A molecular approach to the calcium signal in brain: relationship to synaptic modulation and seizure discharge

Adv Neurol. 1986;44:435-64.


The synapse is a major regulatory site that has been implicated in modulating neuronal excitability and seizure discharge. Voltage-dependent calcium (Ca2+) entry at the synapse plays a major role in initiating neurotransmitter release and in regulating synaptic function. Thus, obtaining a molecular understanding of the effects of Ca2+ on synaptic modulation would provide important insights into the regulation of synaptic activity and, possibly, the biochemical basis for some forms of epilepsy. Calmodulin is a major Ca2+-binding protein in brain that has been implicated in mediating many of the second messenger effects of Ca2+ on neuronal function. The evidence implicating calmodulin in modulating synaptic excitability will be presented. Calmodulin was shown to be present at the synapse in association with synaptic vesicles and in the postsynaptic density. In addition, several calmodulin-regulated synaptic biochemical processes have been identified, including Ca2+- and calmodulin-regulated protein phosphorylation, vesicular neurotransmitter release, vesicle-membrane interactions, and neurotransmitter turnover. These results indicate that calmodulin may play an important role in synaptic modulation and provide a molecular approach to investigating the Ca2+ signal in brain. Several anticonvulsants have been shown to regulate some of calcium's effects on neuronal function. These anticonvulsants include phenytoin, carbamazepine, and the benzodiazepines. All of these compounds are effective against maximal electric shock (MES) seizure models in animals. Anticonvulsants were tested on several of the Ca2+-calmodulin-regulated synaptic biochemical systems. The results demonstrate that phenytoin, carbamazepine, and the benzodiazepines were effective in inhibiting calcium calmodulin protein kinase activity in membrane and purified kinase preparations, vesicle neurotransmitter release, vesicle-membrane interactions, and voltage-sensitive calcium uptake in intact synaptosomes. Phenobarbital, ethosuximide, trimethadione, valproic acid, and vinyl gamma-aminobutyric acid (GABA) were not effective in inhibiting these calcium-regulated processes. Thus, the effects of anticonvulsants on calcium-regulated processes were selective to a group of anticonvulsants that had been shown in several electrophysiological systems to antagonize some of the actions of calcium on neuronal excitability. These observations suggested the existence of specific membrane receptors that might mediate the effects of these anticonvulsants on neuronal function through the regulation of calcium-calmodulin-regulated processes.(ABSTRACT TRUNCATED AT 400 WORDS)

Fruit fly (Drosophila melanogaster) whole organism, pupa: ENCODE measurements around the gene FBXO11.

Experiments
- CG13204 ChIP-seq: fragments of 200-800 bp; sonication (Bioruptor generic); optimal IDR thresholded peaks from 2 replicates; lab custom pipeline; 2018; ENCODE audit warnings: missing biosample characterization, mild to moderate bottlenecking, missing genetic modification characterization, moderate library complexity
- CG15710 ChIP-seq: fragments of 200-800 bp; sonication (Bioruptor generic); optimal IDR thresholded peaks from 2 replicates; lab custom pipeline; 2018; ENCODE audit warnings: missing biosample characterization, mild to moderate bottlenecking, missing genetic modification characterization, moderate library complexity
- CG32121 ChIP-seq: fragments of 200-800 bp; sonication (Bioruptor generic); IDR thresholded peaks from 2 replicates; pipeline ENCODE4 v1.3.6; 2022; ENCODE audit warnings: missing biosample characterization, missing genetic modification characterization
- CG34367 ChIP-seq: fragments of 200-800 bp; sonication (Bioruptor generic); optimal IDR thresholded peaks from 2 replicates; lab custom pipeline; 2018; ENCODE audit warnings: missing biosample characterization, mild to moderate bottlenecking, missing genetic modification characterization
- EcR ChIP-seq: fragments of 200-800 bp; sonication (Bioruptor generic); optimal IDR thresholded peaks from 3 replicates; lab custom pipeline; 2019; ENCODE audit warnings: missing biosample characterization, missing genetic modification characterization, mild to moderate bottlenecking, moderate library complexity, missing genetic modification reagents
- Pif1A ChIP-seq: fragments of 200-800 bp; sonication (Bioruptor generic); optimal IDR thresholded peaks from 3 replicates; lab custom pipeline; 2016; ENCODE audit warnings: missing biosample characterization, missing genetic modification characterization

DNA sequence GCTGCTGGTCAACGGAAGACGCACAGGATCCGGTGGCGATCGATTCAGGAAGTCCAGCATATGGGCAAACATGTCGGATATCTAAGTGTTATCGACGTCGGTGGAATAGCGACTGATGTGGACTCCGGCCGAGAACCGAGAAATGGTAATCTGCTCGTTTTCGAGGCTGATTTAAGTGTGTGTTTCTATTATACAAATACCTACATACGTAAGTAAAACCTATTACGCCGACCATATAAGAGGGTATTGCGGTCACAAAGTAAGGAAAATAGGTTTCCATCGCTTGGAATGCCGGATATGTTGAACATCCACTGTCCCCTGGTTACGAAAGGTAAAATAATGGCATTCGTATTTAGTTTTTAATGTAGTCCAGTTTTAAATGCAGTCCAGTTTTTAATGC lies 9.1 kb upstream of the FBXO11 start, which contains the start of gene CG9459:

Publication types

  • Research Support, U.S. Gov't, Non-P.H.S.
  • Research Support, U.S. Gov't, P.H.S.
  • Review

MeSH terms

  • Animals
  • Anticonvulsants / metabolism
  • Anticonvulsants / pharmacology
  • Benzodiazepines / pharmacology
  • Binding, Competitive
  • Brain / physiology*
  • Calcium / antagonists & inhibitors
  • Calcium / metabolism
  • Calcium / pharmacology
  • Calcium / physiology*
  • Calmodulin / metabolism
  • Calmodulin / pharmacology
  • Calmodulin / physiology
  • Carbamazepine / metabolism
  • Diazepam / metabolism
  • Humans
  • Phenytoin / metabolism
  • Phenytoin / pharmacology
  • Phosphorylation
  • Protein Kinases / isolation & purification
  • Receptors, Drug / metabolism
  • Receptors, GABA-A / metabolism
  • Seizures / physiopathology*
  • Stimulation, Chemical
  • Synapses / metabolism
  • Synapses / physiology*
  • Synaptic Membranes / physiology
  • Synaptic Transmission
  • Synaptic Vesicles / physiology


  • Anticonvulsants
  • Calmodulin
  • Receptors, Drug
  • Receptors, GABA-A
  • Benzodiazepines
  • Carbamazepine
  • Phenytoin
  • Protein Kinases
  • Diazepam
  • Calcium